By Amanda Rominiecki, RDECOM CERDEC Public AffairsMay 13, 2013
FORT BELVOIR, Va. (May 13, 2013) -- Landmines and unexploded ordnance are found throughout the world, often in peaceful countries leftover from conflict decades ago.
Researchers from the U.S. Army Research, Development and Engineering Command's communications-electronics center, or CERDEC, continued global humanitarian demining efforts, including a new yearlong project aimed to improve demining technology and increase border safety in Thailand that began March 29.
Members of CERDEC Night Vision & Electronic Sensors Directorate, or NVESD, partnered with the Thailand Mine Action Center, or TMAC, for an operational field evaluation of the Mini MineWolf mine-clearing system to remove mines along Thailand's borders.
"Thailand is surrounded by countries that have a long history of conflict, not only Cambodia to the South, but Laos to the east and north and Burma to the west," said Sean Burke, CERDEC NVESD Humanitarian Demining Research and Development, HD R&D, program manager. "Each border has remnants of these past conflicts and denies land for farming and other activities for the local people."
CERDEC NVESD executes the humanitarian demining effort for the Department of Defense. Since its inception in 1995, the program has provided over 160 technologies to conduct minefield clearance operations in 36 countries, clearing over 80,000 mines and unexploded ordnance, or UXO, and 18 million square meters of the world's most challenging minefields.
Mini MineWolf is a remote controlled earth tilling system capable of clearing mines that target both humans and vehicles and are buried in the ground to a depth of 25cm, or just under 10 inches. HD R&D worked with MineWolf Systems, developer of Mini MineWolf, to further develop the system to include improved remote control and a video monitoring system, Burke said.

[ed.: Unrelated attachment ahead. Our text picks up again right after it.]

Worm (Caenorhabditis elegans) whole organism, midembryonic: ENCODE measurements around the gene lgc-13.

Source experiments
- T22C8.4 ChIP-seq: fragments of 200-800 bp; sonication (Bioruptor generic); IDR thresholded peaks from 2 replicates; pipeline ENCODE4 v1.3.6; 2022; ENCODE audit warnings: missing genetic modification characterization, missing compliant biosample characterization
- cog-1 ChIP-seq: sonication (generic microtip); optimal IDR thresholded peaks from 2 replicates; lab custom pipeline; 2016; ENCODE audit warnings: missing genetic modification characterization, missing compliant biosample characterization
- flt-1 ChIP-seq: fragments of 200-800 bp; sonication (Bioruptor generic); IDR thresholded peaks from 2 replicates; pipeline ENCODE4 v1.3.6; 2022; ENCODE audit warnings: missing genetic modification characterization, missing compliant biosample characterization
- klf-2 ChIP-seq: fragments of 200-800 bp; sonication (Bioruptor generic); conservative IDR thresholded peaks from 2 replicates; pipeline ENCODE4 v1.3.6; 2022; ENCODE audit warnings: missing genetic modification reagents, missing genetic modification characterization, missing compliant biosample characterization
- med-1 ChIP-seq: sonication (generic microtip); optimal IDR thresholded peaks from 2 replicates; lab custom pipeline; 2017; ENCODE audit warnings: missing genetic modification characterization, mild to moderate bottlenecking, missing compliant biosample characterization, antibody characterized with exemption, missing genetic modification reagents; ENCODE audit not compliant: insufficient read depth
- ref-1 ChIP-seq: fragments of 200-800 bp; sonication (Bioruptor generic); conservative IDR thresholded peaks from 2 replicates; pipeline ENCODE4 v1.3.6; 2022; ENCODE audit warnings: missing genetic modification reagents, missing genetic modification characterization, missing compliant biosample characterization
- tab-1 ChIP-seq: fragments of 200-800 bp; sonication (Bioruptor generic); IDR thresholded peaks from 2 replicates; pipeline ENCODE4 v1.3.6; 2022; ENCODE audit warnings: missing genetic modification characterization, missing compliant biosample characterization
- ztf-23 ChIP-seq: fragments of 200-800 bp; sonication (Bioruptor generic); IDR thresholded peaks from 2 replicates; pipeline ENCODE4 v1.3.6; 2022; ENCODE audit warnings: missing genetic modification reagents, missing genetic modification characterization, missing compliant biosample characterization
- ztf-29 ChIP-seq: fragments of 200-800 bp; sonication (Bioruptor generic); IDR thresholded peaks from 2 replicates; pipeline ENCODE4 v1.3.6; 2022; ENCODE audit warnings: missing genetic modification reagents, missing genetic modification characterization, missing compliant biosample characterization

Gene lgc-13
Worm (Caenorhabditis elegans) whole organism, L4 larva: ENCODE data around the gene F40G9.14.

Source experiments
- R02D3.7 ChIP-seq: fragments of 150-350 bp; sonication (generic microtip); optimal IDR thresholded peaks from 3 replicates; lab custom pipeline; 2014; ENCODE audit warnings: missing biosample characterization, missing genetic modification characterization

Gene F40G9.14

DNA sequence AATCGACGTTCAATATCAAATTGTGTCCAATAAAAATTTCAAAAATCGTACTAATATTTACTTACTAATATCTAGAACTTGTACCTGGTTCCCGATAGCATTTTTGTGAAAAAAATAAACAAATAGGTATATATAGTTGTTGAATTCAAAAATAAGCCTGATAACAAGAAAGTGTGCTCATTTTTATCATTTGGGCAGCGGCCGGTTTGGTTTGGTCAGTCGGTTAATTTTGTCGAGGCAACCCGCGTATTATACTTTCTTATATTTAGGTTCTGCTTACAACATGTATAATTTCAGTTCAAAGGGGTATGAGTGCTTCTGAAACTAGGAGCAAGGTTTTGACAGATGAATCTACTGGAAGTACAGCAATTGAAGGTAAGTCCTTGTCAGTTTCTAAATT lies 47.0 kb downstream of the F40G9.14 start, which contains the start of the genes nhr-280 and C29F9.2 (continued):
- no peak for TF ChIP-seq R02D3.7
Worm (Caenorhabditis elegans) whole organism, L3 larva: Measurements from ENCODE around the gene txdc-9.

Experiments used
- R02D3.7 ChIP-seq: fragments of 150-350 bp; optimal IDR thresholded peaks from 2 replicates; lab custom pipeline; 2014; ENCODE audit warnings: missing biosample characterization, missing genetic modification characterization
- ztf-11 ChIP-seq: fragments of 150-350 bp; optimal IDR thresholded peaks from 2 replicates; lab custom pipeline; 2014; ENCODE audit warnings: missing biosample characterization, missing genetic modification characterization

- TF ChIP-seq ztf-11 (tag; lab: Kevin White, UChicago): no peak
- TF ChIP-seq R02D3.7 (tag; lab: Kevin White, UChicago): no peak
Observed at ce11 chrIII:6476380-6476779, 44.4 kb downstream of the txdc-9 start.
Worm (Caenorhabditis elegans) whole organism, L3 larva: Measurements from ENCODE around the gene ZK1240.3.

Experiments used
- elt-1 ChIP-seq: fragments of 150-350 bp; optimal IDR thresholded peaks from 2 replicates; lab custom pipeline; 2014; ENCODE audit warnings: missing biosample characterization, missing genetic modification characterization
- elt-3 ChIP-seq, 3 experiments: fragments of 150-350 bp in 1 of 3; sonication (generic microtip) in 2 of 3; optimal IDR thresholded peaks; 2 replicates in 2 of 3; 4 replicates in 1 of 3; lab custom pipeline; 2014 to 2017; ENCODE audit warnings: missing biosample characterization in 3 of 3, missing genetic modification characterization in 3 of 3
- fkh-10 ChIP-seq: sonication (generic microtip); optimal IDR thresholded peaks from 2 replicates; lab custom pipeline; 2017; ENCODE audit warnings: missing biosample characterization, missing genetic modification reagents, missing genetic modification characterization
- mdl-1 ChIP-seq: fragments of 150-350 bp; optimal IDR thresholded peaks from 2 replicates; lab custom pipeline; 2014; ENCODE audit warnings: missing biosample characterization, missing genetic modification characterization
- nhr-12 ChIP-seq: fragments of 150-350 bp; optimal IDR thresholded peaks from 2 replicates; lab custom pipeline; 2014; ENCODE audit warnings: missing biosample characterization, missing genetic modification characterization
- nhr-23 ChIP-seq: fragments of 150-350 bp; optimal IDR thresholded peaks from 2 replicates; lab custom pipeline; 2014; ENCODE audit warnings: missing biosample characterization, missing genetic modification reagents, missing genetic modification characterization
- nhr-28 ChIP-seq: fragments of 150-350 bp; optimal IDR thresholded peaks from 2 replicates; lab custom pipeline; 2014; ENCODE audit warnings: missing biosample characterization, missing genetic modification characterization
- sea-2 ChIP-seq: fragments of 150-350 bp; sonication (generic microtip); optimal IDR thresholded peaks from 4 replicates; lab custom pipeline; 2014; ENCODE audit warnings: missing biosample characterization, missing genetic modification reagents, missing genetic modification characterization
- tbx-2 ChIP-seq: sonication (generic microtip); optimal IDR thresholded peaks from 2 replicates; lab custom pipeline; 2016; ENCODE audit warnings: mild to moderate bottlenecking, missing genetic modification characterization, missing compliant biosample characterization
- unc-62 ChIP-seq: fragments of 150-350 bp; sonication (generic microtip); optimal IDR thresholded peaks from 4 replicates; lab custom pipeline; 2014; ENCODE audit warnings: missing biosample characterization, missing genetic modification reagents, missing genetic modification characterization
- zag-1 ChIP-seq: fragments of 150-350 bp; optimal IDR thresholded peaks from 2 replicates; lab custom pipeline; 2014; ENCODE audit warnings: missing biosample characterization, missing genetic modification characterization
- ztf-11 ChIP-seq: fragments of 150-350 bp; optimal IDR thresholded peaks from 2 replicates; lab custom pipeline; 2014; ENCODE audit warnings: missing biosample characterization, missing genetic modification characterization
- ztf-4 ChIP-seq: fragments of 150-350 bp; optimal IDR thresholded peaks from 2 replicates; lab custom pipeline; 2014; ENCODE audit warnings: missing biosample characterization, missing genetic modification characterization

Program team members deployed to Thailand in April for three weeks to launch the operational field evaluation. Among the goals for the evaluation, were to both test improvements to Mini MineWolf in an operational setting and clear dangerous UXO in Thailand at the same time.
"The OFE is designed to obtain performance data in real world conditions, using indigenous operators and live mines and UXO that provide insight into [Mini MineWolf's] operational effectiveness and suitability," Burke said. "The lessons learned are real world lessons that help improve the technology."
The Mini MineWolf system is capable of surviving multiple anti-personnel and anti-tank mine blasts with little to no damage while the operator of the system is a safe distance away. Mini MineWolf can also mulch vegetation up to 15 centimeters in diameter, meaning it can clear through bushes, shrubs and trees common in the Thailand terrain.
Mine detection and clearance are particularly challenging in Thailand due to each area's unique characteristics of mines, vegetation, terrain and battlefield remnants, Burke said.
The Mini MineWolf OFE also aimed to prove its capability as a technical survey tool. Technical surveying is used in areas suspected to have hazardous mines and UXO, in order to determine their exact location. More commonly, surveying involves teams manually canvassing land with metal detectors.
The humanitarian demining research and development team is using the OFE as an opportunity to evaluate and prove the Mini MineWolf's ability to more efficiently survey land in Southeast Asia, an environment with metallic soil and post-conflict metal fragments that can provide false positives when metal detectors are used in manual surveying. Technical surveying is both more accurate and proves less hazardous for the operator.
CERDEC NVESD's humanitarian demining research and development program has worked with TMAC for 13 years to improve technologies like Mini MineWolf and clear Thai borders of mines and UXO.
"The OFE in Thailand is the validation and demonstration component of [humanitarian demining research and development] mission which will enhance mine action capability of TMAC, improve the safety of its people, its economy and therefore its stability as a U.S. partner in the region," Burke said.